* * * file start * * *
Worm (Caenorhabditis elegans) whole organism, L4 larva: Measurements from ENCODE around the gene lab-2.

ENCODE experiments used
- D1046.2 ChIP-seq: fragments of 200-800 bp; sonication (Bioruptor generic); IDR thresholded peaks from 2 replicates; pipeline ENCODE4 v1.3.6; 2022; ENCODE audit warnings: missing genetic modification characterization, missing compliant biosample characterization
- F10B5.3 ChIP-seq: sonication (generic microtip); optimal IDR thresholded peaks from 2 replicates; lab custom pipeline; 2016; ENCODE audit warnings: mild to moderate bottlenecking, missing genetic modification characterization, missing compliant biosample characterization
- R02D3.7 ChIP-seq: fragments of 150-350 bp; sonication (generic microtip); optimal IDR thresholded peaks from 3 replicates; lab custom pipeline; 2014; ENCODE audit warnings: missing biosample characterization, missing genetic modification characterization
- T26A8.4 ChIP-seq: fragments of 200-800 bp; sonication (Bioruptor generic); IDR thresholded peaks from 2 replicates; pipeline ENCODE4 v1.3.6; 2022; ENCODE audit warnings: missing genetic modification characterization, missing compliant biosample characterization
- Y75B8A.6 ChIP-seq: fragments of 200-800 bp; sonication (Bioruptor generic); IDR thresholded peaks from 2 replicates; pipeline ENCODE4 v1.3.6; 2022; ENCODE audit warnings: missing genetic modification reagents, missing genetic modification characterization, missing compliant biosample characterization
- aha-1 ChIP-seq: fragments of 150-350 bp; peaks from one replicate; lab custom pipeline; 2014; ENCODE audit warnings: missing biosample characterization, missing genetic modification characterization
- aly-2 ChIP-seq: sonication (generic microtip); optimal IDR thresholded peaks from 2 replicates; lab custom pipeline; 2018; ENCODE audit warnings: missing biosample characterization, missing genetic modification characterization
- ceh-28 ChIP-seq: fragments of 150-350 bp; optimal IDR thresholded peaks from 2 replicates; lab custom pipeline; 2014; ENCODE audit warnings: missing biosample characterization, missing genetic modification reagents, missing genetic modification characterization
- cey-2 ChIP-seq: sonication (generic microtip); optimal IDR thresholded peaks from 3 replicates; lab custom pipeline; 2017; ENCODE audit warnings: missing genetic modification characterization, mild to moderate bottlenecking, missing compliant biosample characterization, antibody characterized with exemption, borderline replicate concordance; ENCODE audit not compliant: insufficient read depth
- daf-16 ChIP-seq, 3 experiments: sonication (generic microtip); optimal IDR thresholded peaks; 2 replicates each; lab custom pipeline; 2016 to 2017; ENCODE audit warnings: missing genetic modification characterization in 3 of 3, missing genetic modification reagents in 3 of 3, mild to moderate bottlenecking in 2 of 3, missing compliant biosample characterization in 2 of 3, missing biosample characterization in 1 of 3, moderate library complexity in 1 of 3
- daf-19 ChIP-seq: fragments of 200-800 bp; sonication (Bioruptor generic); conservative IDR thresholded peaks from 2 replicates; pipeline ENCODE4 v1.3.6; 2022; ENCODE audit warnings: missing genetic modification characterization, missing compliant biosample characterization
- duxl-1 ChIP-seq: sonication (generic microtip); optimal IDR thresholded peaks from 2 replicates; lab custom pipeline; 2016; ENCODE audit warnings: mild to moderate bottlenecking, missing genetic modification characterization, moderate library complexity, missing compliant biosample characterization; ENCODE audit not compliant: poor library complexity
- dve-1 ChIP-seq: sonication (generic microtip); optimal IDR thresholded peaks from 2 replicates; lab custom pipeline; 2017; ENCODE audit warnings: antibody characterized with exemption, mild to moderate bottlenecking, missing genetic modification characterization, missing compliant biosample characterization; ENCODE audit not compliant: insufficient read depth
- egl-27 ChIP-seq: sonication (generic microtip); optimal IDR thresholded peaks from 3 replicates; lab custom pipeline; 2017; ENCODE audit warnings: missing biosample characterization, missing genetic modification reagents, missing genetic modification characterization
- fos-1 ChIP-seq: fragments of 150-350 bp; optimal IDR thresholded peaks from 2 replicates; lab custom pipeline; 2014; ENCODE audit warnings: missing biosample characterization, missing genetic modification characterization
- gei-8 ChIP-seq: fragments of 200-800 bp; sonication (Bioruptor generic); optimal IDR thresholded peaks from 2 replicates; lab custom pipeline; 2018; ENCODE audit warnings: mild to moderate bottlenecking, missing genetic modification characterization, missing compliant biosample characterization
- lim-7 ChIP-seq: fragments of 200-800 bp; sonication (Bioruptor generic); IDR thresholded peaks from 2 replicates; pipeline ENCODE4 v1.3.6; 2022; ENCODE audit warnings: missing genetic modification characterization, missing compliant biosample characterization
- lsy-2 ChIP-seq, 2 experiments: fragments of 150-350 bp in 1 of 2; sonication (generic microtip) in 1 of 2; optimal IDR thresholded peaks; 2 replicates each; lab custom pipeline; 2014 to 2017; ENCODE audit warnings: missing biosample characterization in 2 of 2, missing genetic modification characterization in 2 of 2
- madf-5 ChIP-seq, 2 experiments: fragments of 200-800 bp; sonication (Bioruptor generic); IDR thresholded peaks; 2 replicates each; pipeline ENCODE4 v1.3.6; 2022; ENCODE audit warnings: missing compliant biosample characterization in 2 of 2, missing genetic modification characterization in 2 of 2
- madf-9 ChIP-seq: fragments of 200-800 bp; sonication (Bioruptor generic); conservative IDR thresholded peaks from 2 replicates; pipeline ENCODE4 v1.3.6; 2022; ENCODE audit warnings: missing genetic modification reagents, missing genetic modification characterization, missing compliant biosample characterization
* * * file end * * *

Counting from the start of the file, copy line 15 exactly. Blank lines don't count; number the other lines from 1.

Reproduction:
- dve-1 ChIP-seq: sonication (generic microtip); optimal IDR thresholded peaks from 2 replicates; lab custom pipeline; 2017; ENCODE audit warnings: antibody characterized with exemption, mild to moderate bottlenecking, missing genetic modification characterization, missing compliant biosample characterization; ENCODE audit not compliant: insufficient read depth